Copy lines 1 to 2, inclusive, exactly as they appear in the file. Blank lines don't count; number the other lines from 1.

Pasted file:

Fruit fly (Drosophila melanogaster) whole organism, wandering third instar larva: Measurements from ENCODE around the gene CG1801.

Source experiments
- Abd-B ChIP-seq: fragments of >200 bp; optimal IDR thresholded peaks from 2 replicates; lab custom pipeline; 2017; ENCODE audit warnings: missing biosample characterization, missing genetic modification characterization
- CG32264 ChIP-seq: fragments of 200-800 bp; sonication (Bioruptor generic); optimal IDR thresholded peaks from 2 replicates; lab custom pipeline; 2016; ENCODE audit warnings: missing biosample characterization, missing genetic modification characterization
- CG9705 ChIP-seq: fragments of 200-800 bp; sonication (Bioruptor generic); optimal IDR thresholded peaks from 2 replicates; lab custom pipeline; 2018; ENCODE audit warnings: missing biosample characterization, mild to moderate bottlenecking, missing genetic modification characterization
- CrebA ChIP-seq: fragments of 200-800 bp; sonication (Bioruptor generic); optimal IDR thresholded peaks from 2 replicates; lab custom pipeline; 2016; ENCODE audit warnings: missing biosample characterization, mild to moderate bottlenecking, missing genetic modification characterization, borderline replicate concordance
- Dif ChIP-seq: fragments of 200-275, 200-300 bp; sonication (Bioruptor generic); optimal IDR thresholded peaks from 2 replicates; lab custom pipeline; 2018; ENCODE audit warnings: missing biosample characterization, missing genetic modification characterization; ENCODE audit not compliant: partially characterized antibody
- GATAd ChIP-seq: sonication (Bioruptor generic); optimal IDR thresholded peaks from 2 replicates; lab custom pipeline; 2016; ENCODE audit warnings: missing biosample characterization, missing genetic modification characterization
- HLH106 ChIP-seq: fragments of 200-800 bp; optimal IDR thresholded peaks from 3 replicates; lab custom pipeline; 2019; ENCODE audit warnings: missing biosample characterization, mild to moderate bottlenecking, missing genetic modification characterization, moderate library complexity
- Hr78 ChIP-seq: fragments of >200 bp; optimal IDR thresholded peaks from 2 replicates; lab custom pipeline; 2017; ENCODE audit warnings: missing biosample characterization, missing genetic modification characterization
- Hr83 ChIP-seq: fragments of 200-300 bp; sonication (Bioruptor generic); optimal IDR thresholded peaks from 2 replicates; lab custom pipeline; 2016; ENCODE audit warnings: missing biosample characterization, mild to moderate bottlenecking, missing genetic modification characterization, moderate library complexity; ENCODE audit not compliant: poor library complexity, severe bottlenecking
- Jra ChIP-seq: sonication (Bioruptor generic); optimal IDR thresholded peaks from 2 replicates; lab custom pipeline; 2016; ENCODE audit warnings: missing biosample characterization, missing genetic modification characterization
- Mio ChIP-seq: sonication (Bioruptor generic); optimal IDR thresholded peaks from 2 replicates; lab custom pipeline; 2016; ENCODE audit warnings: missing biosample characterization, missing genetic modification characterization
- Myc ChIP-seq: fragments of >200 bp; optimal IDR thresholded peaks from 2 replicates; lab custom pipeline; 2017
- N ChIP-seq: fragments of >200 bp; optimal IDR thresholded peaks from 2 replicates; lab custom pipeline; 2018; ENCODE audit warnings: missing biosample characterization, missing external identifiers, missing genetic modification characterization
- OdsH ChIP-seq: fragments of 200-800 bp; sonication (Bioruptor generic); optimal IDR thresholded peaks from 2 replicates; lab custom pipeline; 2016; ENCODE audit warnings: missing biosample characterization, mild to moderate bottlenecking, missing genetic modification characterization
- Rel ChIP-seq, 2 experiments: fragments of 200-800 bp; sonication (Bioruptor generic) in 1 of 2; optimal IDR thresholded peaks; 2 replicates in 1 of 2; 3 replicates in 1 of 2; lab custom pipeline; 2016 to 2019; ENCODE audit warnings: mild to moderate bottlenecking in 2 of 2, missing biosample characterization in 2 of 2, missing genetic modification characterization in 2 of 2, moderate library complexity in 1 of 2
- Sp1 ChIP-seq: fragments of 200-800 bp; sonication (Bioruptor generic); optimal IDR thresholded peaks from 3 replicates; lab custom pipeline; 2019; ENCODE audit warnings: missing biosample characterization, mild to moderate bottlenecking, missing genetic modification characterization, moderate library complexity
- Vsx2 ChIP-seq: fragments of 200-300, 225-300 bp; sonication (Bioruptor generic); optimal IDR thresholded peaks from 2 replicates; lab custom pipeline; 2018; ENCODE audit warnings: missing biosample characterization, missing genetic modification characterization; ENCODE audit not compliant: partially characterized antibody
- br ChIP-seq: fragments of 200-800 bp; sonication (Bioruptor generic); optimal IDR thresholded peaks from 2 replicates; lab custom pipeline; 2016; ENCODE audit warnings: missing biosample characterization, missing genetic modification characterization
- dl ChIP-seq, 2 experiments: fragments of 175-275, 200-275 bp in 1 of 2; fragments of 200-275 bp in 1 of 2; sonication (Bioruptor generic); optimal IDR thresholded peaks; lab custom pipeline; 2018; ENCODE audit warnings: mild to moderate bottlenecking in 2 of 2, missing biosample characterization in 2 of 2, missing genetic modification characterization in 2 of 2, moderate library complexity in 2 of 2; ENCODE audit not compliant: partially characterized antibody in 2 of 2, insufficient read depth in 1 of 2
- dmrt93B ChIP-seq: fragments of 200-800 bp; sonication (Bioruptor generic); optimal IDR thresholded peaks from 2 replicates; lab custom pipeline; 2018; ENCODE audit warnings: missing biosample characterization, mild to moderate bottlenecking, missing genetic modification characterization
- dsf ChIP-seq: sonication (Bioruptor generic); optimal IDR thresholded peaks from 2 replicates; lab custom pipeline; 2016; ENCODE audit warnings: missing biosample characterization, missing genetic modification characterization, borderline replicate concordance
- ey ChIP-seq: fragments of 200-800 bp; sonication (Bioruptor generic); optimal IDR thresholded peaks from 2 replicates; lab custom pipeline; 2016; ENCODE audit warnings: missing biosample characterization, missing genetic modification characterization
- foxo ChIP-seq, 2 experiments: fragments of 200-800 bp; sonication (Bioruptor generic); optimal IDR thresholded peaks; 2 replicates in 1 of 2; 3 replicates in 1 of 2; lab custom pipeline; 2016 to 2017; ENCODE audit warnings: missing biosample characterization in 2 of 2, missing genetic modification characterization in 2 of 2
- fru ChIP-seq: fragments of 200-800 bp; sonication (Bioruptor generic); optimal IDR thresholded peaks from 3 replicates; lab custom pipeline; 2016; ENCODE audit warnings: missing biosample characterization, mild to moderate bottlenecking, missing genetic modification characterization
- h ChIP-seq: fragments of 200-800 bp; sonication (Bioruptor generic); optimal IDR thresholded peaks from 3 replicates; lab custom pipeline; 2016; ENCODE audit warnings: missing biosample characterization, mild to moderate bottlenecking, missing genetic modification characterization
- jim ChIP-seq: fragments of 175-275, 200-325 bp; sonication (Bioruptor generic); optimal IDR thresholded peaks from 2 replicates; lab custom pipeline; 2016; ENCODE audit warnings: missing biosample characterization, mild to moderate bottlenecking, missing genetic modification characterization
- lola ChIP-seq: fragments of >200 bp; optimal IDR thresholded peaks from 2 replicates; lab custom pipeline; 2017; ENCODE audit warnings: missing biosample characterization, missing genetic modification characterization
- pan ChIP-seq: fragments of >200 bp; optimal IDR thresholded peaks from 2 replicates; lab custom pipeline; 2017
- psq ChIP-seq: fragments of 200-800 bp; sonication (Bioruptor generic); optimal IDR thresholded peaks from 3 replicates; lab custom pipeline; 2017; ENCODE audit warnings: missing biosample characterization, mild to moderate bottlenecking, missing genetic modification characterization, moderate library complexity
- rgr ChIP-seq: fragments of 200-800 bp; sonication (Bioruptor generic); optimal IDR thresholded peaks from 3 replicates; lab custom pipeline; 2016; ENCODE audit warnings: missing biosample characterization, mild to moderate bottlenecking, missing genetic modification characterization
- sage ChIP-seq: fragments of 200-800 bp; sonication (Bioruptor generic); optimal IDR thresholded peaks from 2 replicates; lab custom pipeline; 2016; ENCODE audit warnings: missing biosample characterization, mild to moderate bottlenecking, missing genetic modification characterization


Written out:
Fruit fly (Drosophila melanogaster) whole organism, wandering third instar larva: Measurements from ENCODE around the gene CG1801.

Source experiments